Boston University School of Public Health Research Shows Pneumonia Treatment at Home is as Effective as In-hospital
Contact: Lisa Ann Brown, 617-414-1401 | firstname.lastname@example.org
(BOSTON) – A landmark study showing that children with severe pneumonia can be treated as effectively at home as they can be in hospitals could change the way the illness is managed in developing countries, saving lives and taking pressure off health systems.
The research, conducted in Pakistan by researchers from Center for International Health and Development at the Boston University School of Public Health (BUSPH) and supported by the World Health Organization (WHO) and USAID, is published in the January 4, 2008 edition of The Lancet medical journal. The study involved 2037 children with severe pneumonia randomly assigned to get either injectable antibiotics in a hospital or antibiotic syrup at home. The trial was the first to compare the outcomes of hospital treatment of severe pneumonia with treatment at home. The results demonstrate the safety and efficacy of treating pneumonia with oral antibiotics outside of a hospital setting.
An accompanying Lancet editorial called the study a “milestone,” adding that “the potential impact of these results on programmes is enormous, particularly in terms of our ability to treat a substantial proportion of children with severe pneumonia who are currently referred to a hospital but never reach there.”
According to the WHO, pneumonia is the largest single killer of children under five years old around the world. Almost four children die from pneumonia every minute. About 60 percent of pneumonia cases in the developing world are caused by bacteria and can be treated with antibiotics, whereas most cases of pneumonia in developed countries are viral.
The study found 87 (8.6%) treatment failures in the hospitalized group, and 77 (7.5%) in the group treated at home. Of the five children (0.2%) who died during the study, four were in the hospitalized group and one was at home.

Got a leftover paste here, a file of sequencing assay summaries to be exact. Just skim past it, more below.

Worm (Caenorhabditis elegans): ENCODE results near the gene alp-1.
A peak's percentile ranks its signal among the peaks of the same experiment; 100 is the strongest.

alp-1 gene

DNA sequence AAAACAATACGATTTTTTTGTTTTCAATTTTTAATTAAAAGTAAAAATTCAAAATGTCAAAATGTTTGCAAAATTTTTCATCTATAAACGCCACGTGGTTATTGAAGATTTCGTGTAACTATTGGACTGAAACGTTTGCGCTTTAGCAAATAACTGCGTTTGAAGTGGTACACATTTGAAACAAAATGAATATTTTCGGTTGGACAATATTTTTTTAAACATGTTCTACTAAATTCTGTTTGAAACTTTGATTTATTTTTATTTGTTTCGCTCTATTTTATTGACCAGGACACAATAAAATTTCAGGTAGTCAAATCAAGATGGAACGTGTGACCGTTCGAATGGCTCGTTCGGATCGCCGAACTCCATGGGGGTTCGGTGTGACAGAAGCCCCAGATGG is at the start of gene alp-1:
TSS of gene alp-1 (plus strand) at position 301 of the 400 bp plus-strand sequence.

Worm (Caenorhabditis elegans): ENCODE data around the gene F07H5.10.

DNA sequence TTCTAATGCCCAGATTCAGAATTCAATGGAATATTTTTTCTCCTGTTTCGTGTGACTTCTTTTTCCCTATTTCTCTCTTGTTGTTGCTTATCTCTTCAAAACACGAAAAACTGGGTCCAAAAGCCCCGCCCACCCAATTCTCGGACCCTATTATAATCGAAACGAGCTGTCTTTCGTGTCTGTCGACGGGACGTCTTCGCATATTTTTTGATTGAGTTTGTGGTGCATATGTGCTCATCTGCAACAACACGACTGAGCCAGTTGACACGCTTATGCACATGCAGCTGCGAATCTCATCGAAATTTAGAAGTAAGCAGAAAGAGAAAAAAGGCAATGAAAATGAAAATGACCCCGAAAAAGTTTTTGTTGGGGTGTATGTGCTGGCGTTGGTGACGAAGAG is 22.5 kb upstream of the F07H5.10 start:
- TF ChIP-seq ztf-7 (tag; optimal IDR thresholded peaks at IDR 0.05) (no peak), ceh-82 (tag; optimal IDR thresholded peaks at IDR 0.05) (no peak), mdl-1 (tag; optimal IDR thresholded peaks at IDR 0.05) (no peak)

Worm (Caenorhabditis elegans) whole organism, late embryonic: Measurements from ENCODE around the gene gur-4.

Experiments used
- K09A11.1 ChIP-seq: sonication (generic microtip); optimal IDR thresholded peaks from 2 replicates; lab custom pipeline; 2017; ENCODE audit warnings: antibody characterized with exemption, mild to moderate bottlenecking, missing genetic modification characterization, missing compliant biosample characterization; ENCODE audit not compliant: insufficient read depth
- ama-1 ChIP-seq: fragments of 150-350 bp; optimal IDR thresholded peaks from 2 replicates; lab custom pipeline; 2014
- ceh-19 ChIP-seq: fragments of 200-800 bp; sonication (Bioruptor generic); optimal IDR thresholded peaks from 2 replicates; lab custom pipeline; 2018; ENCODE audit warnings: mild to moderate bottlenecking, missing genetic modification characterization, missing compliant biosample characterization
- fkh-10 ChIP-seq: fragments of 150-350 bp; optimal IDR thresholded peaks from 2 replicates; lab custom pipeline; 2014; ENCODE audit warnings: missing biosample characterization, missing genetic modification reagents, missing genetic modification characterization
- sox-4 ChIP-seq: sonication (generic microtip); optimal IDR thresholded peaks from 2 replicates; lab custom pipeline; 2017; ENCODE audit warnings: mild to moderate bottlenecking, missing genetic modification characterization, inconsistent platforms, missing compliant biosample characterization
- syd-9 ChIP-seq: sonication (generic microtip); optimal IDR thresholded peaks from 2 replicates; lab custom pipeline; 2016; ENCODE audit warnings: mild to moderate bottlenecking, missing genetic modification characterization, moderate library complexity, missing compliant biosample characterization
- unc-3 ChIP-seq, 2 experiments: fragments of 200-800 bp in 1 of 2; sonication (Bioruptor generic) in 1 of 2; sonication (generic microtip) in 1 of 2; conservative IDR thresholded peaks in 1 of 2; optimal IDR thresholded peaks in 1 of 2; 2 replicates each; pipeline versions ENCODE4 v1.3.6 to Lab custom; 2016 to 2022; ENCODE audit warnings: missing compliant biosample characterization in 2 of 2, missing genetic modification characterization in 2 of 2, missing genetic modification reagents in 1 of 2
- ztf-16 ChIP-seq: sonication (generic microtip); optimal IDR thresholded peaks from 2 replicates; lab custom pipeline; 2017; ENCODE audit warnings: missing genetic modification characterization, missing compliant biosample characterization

“This study is especially important for the millions of poor children who because of distance, cost, or transportation barriers are unable to receive care in a hospital each year,” said Donald Thea, professor of international health at BUSPH, and corresponding author of the study. “Treating children at home with oral amoxicillin is as safe a treatment as standard intravenous therapy care delivered in-hospital. By treating children at home, we can also prevent exposing them to illnesses associated with hospitalization while simultaneously reducing the burden on overcrowded hospitals.”
This study confirmed the findings of three other trials at sites in Africa, Asia, Europe and Latin America, which showed that oral antibiotics were just as effective as injectable antibiotics in treating hospitalized children with severe pneumonia.
According to WHO, current guidelines advise health workers to provide oral antibiotics for cases of non-severe pneumonia and to refer severe and very severe cases to hospitals for treatment with antibiotics by injection. However, many children with severe pneumonia who are currently referred for admission to a hospital either die before they reach there or are so sick by the time they arrive that nothing more can be done to save them.
A small number of cases of very severe pneumonia (around 2-3% of all pneumonia cases) will still require treatment with injectable antibiotics in a hospital.
Families in the poorest countries, where the majority of children are affected by pneumonia, may not have easy access to hospitals. In-patient treatment may not be an option for parents who cannot leave their homes to accompany the sick child. In addition, children with severe pneumonia are vulnerable to infections as a result of weak immunity and could be at increased risk in crowded hospital wards. A community-based approach would bring treatment to people’s homes, so that children with pneumonia can be identified and begin treatment before the onset of life-threatening complications.